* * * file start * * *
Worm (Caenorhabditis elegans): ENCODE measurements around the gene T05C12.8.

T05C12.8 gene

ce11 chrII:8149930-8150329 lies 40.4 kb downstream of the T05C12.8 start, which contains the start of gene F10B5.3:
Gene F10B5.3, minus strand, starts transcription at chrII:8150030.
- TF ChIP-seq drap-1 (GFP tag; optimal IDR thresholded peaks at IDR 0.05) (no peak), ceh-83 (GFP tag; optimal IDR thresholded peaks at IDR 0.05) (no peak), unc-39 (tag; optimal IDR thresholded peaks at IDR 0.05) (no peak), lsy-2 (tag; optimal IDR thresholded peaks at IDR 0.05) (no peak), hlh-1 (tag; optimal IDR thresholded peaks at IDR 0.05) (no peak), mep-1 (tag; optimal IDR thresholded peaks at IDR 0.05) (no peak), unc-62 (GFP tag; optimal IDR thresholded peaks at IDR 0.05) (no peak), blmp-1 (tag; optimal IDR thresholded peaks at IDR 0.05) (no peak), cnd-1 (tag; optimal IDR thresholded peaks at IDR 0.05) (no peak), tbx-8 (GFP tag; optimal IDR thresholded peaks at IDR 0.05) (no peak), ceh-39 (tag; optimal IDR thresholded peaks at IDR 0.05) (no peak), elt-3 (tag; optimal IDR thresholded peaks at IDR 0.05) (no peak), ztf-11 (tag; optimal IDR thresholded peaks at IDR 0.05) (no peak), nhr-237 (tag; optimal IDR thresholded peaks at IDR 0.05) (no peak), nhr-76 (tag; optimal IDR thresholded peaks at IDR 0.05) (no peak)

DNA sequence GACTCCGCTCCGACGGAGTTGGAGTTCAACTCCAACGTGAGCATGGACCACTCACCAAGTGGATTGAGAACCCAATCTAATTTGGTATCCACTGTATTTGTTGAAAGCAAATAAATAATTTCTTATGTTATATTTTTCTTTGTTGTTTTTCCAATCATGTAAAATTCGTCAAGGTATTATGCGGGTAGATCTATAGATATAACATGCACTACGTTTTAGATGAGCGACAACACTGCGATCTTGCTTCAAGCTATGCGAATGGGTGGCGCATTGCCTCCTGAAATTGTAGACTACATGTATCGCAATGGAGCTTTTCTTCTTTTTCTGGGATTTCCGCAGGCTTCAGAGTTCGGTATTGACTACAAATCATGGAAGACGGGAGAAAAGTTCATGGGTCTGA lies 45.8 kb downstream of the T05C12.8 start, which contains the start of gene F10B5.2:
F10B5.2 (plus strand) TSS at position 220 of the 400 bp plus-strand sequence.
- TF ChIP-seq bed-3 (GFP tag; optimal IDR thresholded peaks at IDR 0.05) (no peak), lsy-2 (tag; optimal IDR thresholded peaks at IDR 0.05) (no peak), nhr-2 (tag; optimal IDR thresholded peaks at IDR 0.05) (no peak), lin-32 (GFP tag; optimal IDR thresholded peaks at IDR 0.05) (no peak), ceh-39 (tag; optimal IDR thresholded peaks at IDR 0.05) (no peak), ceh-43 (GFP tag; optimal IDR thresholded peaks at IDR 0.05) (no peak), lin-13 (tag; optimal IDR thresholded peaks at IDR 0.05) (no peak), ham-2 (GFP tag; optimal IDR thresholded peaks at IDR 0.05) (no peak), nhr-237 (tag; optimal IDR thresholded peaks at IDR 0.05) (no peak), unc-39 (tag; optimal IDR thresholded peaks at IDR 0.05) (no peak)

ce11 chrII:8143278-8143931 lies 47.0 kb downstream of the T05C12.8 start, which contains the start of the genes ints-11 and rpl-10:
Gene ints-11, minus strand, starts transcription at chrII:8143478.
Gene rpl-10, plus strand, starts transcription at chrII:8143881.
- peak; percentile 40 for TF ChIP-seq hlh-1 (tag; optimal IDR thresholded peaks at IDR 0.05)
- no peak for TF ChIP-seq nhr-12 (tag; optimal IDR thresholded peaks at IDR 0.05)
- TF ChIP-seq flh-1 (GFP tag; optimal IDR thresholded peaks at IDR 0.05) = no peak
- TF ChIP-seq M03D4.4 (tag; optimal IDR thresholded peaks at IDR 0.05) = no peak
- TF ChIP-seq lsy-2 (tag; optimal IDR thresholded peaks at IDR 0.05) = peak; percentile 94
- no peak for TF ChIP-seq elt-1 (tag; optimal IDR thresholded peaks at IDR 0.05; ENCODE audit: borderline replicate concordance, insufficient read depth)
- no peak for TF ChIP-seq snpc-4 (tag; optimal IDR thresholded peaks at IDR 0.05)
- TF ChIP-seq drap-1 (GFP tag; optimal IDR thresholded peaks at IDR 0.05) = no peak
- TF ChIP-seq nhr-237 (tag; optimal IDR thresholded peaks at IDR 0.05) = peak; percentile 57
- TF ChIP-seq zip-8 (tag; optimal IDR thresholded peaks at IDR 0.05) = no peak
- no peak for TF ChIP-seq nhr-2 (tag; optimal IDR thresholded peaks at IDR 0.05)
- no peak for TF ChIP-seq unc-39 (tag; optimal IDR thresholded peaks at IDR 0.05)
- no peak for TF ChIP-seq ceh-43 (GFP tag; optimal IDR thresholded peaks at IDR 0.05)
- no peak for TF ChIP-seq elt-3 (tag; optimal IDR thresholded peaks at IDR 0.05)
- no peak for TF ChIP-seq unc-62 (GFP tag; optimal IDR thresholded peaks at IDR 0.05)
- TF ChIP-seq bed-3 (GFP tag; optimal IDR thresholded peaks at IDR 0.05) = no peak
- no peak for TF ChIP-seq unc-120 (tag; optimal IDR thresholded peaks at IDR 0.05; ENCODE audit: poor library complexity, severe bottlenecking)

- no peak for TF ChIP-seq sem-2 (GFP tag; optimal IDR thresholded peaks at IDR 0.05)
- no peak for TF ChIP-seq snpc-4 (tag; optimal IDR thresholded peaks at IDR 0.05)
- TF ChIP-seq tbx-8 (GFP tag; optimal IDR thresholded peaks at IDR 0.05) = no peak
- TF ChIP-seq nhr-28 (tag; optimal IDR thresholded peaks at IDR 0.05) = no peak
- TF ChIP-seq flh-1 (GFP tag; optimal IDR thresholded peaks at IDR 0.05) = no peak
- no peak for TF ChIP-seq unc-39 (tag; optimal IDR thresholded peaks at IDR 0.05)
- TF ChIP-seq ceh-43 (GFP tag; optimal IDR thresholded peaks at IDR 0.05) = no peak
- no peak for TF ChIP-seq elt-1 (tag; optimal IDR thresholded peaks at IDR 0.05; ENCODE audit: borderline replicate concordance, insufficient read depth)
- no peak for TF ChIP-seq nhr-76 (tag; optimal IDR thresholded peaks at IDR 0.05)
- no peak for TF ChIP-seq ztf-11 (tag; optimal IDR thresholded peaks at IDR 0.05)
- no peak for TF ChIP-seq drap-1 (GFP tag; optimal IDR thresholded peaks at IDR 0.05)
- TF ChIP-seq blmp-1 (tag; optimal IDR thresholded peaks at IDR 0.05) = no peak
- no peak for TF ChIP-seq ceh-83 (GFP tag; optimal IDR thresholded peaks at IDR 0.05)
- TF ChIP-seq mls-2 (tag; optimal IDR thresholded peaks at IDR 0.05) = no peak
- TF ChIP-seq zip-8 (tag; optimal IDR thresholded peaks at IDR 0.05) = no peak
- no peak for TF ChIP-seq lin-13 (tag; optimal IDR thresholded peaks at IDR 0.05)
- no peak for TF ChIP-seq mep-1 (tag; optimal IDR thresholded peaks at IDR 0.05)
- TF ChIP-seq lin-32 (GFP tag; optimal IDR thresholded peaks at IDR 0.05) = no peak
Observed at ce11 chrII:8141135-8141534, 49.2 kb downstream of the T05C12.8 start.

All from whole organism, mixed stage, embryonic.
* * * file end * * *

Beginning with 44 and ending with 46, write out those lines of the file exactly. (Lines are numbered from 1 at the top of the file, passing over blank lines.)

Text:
- no peak for TF ChIP-seq lin-13 (tag; optimal IDR thresholded peaks at IDR 0.05)
- no peak for TF ChIP-seq mep-1 (tag; optimal IDR thresholded peaks at IDR 0.05)
- TF ChIP-seq lin-32 (GFP tag; optimal IDR thresholded peaks at IDR 0.05) = no peak